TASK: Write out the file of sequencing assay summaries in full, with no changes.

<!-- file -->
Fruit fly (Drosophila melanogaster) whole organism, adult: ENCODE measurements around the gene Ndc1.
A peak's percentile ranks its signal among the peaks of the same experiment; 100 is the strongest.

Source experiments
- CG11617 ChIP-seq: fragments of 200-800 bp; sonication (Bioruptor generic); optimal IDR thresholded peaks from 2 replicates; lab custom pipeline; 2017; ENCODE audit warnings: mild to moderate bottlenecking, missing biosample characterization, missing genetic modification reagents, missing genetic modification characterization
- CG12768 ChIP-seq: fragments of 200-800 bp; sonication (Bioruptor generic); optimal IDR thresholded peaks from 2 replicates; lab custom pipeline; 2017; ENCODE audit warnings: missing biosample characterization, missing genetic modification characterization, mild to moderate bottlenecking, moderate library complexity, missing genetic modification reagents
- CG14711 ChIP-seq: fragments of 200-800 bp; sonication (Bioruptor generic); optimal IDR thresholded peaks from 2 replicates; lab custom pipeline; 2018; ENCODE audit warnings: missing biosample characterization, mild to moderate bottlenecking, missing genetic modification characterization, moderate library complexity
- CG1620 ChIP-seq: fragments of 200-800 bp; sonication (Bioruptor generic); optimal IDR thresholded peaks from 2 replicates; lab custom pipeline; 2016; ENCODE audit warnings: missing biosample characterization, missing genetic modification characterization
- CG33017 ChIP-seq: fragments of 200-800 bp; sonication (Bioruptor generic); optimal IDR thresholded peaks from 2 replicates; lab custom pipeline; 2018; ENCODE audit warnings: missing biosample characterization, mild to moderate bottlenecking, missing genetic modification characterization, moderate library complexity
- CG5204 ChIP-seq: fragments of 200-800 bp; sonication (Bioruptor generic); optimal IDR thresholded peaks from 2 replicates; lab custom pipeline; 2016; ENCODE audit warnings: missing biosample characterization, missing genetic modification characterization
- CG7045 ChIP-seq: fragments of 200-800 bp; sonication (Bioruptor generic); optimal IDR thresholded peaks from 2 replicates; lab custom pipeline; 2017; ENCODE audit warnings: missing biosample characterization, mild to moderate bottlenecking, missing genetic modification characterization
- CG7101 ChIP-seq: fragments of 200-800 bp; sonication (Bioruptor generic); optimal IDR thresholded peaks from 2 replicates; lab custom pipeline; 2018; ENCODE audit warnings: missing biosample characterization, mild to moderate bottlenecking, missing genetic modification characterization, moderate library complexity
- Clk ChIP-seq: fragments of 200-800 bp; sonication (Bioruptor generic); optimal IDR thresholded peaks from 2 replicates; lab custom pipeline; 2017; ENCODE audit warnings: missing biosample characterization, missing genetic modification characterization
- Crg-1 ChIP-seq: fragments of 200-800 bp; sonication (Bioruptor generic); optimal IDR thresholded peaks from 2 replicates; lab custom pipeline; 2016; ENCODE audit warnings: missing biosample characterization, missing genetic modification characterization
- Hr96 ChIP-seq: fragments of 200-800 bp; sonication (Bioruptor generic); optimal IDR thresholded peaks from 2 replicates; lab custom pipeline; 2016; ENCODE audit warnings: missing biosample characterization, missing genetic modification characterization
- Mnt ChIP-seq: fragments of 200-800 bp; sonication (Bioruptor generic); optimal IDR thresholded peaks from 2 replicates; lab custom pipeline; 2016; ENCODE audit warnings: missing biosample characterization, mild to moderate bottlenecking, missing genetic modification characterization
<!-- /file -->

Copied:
Fruit fly (Drosophila melanogaster) whole organism, adult: ENCODE measurements around the gene Ndc1.
A peak's percentile ranks its signal among the peaks of the same experiment; 100 is the strongest.

Source experiments
- CG11617 ChIP-seq: fragments of 200-800 bp; sonication (Bioruptor generic); optimal IDR thresholded peaks from 2 replicates; lab custom pipeline; 2017; ENCODE audit warnings: mild to moderate bottlenecking, missing biosample characterization, missing genetic modification reagents, missing genetic modification characterization
- CG12768 ChIP-seq: fragments of 200-800 bp; sonication (Bioruptor generic); optimal IDR thresholded peaks from 2 replicates; lab custom pipeline; 2017; ENCODE audit warnings: missing biosample characterization, missing genetic modification characterization, mild to moderate bottlenecking, moderate library complexity, missing genetic modification reagents
- CG14711 ChIP-seq: fragments of 200-800 bp; sonication (Bioruptor generic); optimal IDR thresholded peaks from 2 replicates; lab custom pipeline; 2018; ENCODE audit warnings: missing biosample characterization, mild to moderate bottlenecking, missing genetic modification characterization, moderate library complexity
- CG1620 ChIP-seq: fragments of 200-800 bp; sonication (Bioruptor generic); optimal IDR thresholded peaks from 2 replicates; lab custom pipeline; 2016; ENCODE audit warnings: missing biosample characterization, missing genetic modification characterization
- CG33017 ChIP-seq: fragments of 200-800 bp; sonication (Bioruptor generic); optimal IDR thresholded peaks from 2 replicates; lab custom pipeline; 2018; ENCODE audit warnings: missing biosample characterization, mild to moderate bottlenecking, missing genetic modification characterization, moderate library complexity
- CG5204 ChIP-seq: fragments of 200-800 bp; sonication (Bioruptor generic); optimal IDR thresholded peaks from 2 replicates; lab custom pipeline; 2016; ENCODE audit warnings: missing biosample characterization, missing genetic modification characterization
- CG7045 ChIP-seq: fragments of 200-800 bp; sonication (Bioruptor generic); optimal IDR thresholded peaks from 2 replicates; lab custom pipeline; 2017; ENCODE audit warnings: missing biosample characterization, mild to moderate bottlenecking, missing genetic modification characterization
- CG7101 ChIP-seq: fragments of 200-800 bp; sonication (Bioruptor generic); optimal IDR thresholded peaks from 2 replicates; lab custom pipeline; 2018; ENCODE audit warnings: missing biosample characterization, mild to moderate bottlenecking, missing genetic modification characterization, moderate library complexity
- Clk ChIP-seq: fragments of 200-800 bp; sonication (Bioruptor generic); optimal IDR thresholded peaks from 2 replicates; lab custom pipeline; 2017; ENCODE audit warnings: missing biosample characterization, missing genetic modification characterization
- Crg-1 ChIP-seq: fragments of 200-800 bp; sonication (Bioruptor generic); optimal IDR thresholded peaks from 2 replicates; lab custom pipeline; 2016; ENCODE audit warnings: missing biosample characterization, missing genetic modification characterization
- Hr96 ChIP-seq: fragments of 200-800 bp; sonication (Bioruptor generic); optimal IDR thresholded peaks from 2 replicates; lab custom pipeline; 2016; ENCODE audit warnings: missing biosample characterization, missing genetic modification characterization
- Mnt ChIP-seq: fragments of 200-800 bp; sonication (Bioruptor generic); optimal IDR thresholded peaks from 2 replicates; lab custom pipeline; 2016; ENCODE audit warnings: missing biosample characterization, mild to moderate bottlenecking, missing genetic modification characterization